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Discussion Starter #1
While I have kept bees for over five years in the US, we moved to NZ and I have my first hive here. Everything is so different, it is a struggle with these bees. They seem to be some sort of Italian variant.

So far they have filled out two bottom boxes and I placed a super on 4 weeks ago. Not having any experience with this breed or this queen I put an excluder on.

I just checked the hive this morning and they are in advanced swarm mode. There is no comb drawn in the super and the bottom boxes have no open brood. I pulled out 15 queen cells, some ready to hatch. I did not see the old queen in there but assume she has been slimmed down for flight and has completely stopped laying. I have no drawn comb (having to start over again here) to give her more laying space. The best I could possibly do is put a third deep on and checkerboard. Any thoughts? I have never had to deal with such advanced swarming before.

At this point I don't really want to deal with a swarm, although I do have spare nuc boxes on hand. There is no guarantee that breaking out a nuc form this hive would stop them anyway.
 

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We see the poster above only reads half the question before he answers. You are in New Zealand hence the NZ

Since the queen already shut down and many cells were ready to hatch you may have problems. They could have swarmed with the old queen already and you killed the chance of them having another queen by cutting the cells unless you missed a few. As many cells that you had it is doubtfull it is supercedure you are seeing. Don't put on the excluder until they are drawing and filling in your super. Then make sure the queen is below it.
 

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Discussion Starter #5
I may certainly missed a cell or two, one or two may have actually hatched while I was in there. I doubt they have swarmed already with the old queen based on the number of empty cells (virtually none) and the fact that the hive is jam packed. There were frames of capped brood that were totally circled in pollen and capped honey and most every other frame was solid honey. In hindsight I should have pulled a queen frame and made a nuc for insurance.

I know a made a boo-boo with the excluder. I pulled it out. I think I will give them a week or two and see what happens. If they draw more queen cells I can always make a nuc (which I don't particularly want). We are coming up on the hottest months and hopefully they will slow down with the derth.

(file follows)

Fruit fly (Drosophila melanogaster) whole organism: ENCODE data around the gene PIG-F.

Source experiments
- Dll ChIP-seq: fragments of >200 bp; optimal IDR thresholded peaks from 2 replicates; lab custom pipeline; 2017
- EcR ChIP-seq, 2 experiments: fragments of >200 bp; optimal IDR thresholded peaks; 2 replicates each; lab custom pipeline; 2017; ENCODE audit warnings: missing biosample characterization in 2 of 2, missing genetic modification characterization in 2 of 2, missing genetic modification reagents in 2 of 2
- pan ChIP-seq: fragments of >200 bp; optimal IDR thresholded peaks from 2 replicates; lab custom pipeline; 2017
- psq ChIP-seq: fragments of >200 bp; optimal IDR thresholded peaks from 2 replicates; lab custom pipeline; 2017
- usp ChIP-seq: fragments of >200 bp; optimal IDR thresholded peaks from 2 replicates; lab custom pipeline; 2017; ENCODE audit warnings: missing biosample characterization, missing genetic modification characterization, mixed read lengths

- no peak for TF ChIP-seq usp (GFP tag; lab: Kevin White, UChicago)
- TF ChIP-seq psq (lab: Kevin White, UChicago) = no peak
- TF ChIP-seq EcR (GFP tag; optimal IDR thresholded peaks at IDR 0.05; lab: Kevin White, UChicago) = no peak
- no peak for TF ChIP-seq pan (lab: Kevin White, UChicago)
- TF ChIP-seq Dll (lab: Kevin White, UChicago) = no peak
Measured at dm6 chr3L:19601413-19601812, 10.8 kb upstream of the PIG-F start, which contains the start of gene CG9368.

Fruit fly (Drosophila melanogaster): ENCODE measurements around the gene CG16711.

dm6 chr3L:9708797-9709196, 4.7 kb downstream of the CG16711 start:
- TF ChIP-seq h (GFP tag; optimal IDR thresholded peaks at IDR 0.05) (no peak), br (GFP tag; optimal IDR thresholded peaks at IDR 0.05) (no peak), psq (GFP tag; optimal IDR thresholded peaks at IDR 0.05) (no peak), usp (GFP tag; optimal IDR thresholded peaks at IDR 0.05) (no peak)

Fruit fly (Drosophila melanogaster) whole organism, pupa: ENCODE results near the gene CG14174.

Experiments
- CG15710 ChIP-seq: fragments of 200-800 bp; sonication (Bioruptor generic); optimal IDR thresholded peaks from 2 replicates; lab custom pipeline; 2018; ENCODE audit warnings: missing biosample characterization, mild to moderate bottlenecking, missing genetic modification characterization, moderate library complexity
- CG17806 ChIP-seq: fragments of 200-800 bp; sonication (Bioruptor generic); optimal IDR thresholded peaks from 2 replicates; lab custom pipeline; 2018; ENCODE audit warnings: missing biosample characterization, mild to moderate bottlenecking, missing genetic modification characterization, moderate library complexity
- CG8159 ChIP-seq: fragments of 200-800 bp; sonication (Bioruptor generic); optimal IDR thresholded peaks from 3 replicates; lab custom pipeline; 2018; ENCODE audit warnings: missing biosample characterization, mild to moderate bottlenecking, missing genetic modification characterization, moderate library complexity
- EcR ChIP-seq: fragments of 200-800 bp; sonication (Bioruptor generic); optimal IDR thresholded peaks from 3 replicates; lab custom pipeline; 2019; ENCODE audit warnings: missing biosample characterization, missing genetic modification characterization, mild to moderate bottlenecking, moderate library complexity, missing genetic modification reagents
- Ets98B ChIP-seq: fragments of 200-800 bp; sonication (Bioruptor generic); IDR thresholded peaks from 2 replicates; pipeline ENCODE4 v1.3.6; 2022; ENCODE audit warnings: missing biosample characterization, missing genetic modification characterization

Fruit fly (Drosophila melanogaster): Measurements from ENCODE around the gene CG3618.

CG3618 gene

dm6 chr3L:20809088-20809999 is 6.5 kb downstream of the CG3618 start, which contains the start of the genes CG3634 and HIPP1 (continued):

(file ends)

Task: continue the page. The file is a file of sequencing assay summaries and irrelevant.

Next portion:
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i used a excluder last year i moved a med full of brood and put it above the excluder and the box with eggs and a box of undrawn foundation below the excluder. thay will come through the excluder to keep the brood warm and thay will dray the box of empty out fast to make room for the queen to lay. may not be the right way but it worked for me
 

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Discussion Starter #7
Forgot to mention that the eclls were al mid frame, so they are swarm cells. The hive is very active right now, but it's mid afternoon and there is loads of clover out, so it's not unusual.

Just baled hay and now I'm off to cut down some trees along the paddocks. I'll check back later tonight.
 

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I'll take back my statement of them being swarm cells. Mid frame sounds more like supercedure cells. Swarm cells usually are hanging on the bottom of the frame.
 

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Discussion Starter #9
Ok, mid to bottom but that is not a hard and fast rule. The conditions of the hive scream out swarm....all capped brood, completely jammed with no room to lay and have not moved up into the super (my fault). They are ideal conditions for a swarm.
 

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Were the cells drawn from an existing worker cell or from a cell cup that the bees made in a already downward position. When you break/cut off a supercedure cell you can see that it was started from a normal worker cell. What ever it is only you can see to verify. I wish you the best of luck with your old hobby in a new setting.
 
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